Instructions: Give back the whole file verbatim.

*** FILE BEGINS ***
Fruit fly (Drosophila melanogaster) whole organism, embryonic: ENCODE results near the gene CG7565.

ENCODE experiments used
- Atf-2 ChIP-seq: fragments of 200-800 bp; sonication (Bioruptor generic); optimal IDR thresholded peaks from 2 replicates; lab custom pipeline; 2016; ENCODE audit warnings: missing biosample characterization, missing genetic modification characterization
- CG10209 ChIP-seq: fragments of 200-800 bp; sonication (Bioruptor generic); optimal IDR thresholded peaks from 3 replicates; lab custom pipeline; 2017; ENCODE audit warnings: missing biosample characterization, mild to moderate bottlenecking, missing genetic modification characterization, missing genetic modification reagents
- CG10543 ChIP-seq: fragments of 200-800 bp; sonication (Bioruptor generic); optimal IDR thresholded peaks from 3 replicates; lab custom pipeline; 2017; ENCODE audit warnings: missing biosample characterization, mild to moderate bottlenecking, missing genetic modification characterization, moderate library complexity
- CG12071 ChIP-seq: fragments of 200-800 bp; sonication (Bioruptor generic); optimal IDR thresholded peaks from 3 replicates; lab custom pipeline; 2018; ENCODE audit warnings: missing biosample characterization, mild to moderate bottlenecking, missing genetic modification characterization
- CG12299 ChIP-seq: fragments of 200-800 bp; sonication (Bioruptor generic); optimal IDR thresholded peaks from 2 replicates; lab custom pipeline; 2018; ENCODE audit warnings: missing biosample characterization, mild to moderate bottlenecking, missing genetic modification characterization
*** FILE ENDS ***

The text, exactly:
Fruit fly (Drosophila melanogaster) whole organism, embryonic: ENCODE results near the gene CG7565.

ENCODE experiments used
- Atf-2 ChIP-seq: fragments of 200-800 bp; sonication (Bioruptor generic); optimal IDR thresholded peaks from 2 replicates; lab custom pipeline; 2016; ENCODE audit warnings: missing biosample characterization, missing genetic modification characterization
- CG10209 ChIP-seq: fragments of 200-800 bp; sonication (Bioruptor generic); optimal IDR thresholded peaks from 3 replicates; lab custom pipeline; 2017; ENCODE audit warnings: missing biosample characterization, mild to moderate bottlenecking, missing genetic modification characterization, missing genetic modification reagents
- CG10543 ChIP-seq: fragments of 200-800 bp; sonication (Bioruptor generic); optimal IDR thresholded peaks from 3 replicates; lab custom pipeline; 2017; ENCODE audit warnings: missing biosample characterization, mild to moderate bottlenecking, missing genetic modification characterization, moderate library complexity
- CG12071 ChIP-seq: fragments of 200-800 bp; sonication (Bioruptor generic); optimal IDR thresholded peaks from 3 replicates; lab custom pipeline; 2018; ENCODE audit warnings: missing biosample characterization, mild to moderate bottlenecking, missing genetic modification characterization
- CG12299 ChIP-seq: fragments of 200-800 bp; sonication (Bioruptor generic); optimal IDR thresholded peaks from 2 replicates; lab custom pipeline; 2018; ENCODE audit warnings: missing biosample characterization, mild to moderate bottlenecking, missing genetic modification characterization